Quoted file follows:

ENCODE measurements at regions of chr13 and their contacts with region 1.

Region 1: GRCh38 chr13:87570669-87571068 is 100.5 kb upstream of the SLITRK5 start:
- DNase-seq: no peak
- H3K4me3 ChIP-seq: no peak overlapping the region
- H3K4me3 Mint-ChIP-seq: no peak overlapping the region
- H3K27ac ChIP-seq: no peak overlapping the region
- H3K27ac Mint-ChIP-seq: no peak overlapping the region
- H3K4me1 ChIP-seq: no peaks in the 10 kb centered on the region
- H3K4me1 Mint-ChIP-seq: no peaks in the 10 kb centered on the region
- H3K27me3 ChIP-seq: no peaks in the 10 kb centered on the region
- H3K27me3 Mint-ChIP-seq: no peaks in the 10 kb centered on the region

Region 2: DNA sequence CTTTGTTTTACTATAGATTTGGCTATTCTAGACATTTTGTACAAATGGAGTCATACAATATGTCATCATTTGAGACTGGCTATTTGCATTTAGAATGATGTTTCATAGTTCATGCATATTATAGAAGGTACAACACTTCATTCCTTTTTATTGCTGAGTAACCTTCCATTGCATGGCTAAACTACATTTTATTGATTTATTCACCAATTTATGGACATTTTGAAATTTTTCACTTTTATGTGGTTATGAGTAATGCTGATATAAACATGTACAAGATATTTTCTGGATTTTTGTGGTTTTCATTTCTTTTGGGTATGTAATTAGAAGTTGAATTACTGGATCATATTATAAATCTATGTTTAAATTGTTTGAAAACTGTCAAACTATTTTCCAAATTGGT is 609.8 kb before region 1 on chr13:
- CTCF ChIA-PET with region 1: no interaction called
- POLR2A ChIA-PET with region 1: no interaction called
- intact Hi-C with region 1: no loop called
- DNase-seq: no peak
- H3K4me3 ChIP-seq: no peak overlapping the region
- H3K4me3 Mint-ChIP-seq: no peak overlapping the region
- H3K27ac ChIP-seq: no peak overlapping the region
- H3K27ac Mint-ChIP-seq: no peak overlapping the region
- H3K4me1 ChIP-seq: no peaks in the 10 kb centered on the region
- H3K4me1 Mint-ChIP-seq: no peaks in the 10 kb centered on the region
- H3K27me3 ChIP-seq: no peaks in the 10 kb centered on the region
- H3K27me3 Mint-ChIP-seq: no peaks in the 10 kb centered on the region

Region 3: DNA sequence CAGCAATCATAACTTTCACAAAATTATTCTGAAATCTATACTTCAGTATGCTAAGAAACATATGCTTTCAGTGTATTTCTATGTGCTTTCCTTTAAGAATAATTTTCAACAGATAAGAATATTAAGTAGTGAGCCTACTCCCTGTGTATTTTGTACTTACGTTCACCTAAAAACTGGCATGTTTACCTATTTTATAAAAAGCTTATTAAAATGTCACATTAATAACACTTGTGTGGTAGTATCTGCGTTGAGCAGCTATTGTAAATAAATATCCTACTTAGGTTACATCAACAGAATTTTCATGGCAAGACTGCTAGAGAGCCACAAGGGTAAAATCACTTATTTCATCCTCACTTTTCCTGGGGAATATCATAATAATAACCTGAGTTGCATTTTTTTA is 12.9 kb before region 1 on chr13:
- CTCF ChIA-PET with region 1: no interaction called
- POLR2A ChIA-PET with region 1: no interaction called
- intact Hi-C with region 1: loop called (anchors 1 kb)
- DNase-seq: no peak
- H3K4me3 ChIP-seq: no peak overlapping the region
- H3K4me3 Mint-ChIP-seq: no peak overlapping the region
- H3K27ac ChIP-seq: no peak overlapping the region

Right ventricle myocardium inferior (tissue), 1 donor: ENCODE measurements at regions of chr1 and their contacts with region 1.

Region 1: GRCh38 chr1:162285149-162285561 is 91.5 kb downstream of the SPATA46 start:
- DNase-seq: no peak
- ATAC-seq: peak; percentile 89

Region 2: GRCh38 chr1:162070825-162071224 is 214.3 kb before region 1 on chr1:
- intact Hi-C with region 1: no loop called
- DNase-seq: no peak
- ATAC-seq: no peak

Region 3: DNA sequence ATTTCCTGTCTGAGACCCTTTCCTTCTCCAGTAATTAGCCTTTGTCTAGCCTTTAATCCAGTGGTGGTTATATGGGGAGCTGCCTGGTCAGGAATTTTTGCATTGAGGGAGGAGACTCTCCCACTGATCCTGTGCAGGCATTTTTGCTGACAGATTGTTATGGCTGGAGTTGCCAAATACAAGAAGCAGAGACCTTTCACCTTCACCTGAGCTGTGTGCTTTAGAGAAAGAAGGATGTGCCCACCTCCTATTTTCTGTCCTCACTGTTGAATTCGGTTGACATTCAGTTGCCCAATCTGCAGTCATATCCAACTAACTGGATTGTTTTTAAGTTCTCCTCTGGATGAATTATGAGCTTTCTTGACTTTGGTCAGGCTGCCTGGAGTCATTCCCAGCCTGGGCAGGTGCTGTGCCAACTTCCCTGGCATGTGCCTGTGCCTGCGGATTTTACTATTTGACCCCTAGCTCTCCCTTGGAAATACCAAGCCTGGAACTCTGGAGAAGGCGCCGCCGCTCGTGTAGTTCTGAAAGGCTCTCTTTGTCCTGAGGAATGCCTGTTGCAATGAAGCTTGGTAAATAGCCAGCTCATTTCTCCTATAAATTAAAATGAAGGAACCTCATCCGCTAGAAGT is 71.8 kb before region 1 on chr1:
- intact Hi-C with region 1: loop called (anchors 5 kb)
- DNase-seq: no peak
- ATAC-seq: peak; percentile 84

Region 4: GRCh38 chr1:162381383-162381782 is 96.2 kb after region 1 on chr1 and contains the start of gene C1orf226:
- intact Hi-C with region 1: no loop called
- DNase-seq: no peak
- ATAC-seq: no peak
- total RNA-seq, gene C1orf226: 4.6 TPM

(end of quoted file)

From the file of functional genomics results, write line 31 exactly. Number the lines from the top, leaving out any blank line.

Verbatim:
- H3K4me3 Mint-ChIP-seq: no peak overlapping the region